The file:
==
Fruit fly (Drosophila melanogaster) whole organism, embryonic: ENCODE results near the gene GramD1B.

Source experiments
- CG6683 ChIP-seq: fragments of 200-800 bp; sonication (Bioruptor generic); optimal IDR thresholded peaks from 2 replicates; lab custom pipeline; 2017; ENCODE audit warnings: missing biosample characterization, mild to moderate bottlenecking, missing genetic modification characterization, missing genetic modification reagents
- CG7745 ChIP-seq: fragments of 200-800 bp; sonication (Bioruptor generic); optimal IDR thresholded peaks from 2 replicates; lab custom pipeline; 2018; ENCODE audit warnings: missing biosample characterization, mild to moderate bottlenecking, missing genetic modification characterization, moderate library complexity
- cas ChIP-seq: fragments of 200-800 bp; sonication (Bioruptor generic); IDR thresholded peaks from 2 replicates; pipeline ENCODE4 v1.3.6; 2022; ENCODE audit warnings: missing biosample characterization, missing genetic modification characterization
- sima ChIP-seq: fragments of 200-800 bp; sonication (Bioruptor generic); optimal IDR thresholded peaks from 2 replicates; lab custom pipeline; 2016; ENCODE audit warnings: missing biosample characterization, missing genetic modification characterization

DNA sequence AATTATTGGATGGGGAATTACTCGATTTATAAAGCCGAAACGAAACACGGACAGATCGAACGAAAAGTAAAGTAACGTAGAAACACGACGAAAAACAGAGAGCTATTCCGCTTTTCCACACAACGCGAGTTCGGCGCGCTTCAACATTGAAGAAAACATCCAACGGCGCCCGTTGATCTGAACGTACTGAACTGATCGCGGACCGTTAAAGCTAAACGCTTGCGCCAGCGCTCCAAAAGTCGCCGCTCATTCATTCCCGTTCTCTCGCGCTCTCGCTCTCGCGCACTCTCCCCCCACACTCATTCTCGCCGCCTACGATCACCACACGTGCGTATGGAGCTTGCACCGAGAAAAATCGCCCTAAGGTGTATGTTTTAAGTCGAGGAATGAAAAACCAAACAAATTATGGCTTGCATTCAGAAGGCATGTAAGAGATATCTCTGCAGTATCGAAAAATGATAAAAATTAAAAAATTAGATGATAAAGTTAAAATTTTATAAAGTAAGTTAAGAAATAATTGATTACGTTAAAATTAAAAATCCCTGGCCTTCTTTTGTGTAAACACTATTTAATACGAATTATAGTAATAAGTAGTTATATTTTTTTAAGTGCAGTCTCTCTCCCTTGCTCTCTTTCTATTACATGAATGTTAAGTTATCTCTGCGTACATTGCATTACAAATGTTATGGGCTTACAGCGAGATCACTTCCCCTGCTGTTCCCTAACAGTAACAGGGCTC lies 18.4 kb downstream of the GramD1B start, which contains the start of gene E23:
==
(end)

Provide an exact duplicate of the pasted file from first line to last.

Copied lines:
Fruit fly (Drosophila melanogaster) whole organism, embryonic: ENCODE results near the gene GramD1B.

Source experiments
- CG6683 ChIP-seq: fragments of 200-800 bp; sonication (Bioruptor generic); optimal IDR thresholded peaks from 2 replicates; lab custom pipeline; 2017; ENCODE audit warnings: missing biosample characterization, mild to moderate bottlenecking, missing genetic modification characterization, missing genetic modification reagents
- CG7745 ChIP-seq: fragments of 200-800 bp; sonication (Bioruptor generic); optimal IDR thresholded peaks from 2 replicates; lab custom pipeline; 2018; ENCODE audit warnings: missing biosample characterization, mild to moderate bottlenecking, missing genetic modification characterization, moderate library complexity
- cas ChIP-seq: fragments of 200-800 bp; sonication (Bioruptor generic); IDR thresholded peaks from 2 replicates; pipeline ENCODE4 v1.3.6; 2022; ENCODE audit warnings: missing biosample characterization, missing genetic modification characterization
- sima ChIP-seq: fragments of 200-800 bp; sonication (Bioruptor generic); optimal IDR thresholded peaks from 2 replicates; lab custom pipeline; 2016; ENCODE audit warnings: missing biosample characterization, missing genetic modification characterization

DNA sequence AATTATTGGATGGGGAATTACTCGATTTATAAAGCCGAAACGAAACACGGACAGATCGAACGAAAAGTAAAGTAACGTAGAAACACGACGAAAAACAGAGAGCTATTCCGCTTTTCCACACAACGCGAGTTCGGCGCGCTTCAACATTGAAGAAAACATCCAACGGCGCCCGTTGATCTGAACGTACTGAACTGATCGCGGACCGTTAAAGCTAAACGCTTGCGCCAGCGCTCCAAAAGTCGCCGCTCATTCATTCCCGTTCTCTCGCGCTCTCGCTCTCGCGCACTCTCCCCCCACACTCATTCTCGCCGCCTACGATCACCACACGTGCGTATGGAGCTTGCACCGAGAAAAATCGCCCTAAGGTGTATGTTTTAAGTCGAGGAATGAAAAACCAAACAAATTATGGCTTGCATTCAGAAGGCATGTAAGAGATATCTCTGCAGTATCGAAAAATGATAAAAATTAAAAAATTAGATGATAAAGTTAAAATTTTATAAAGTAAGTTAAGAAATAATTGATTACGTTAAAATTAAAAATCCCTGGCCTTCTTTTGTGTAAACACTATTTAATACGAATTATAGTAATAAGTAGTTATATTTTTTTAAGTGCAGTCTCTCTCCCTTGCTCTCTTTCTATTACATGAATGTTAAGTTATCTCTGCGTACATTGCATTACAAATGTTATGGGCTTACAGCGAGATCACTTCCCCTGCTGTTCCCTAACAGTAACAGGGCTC lies 18.4 kb downstream of the GramD1B start, which contains the start of gene E23: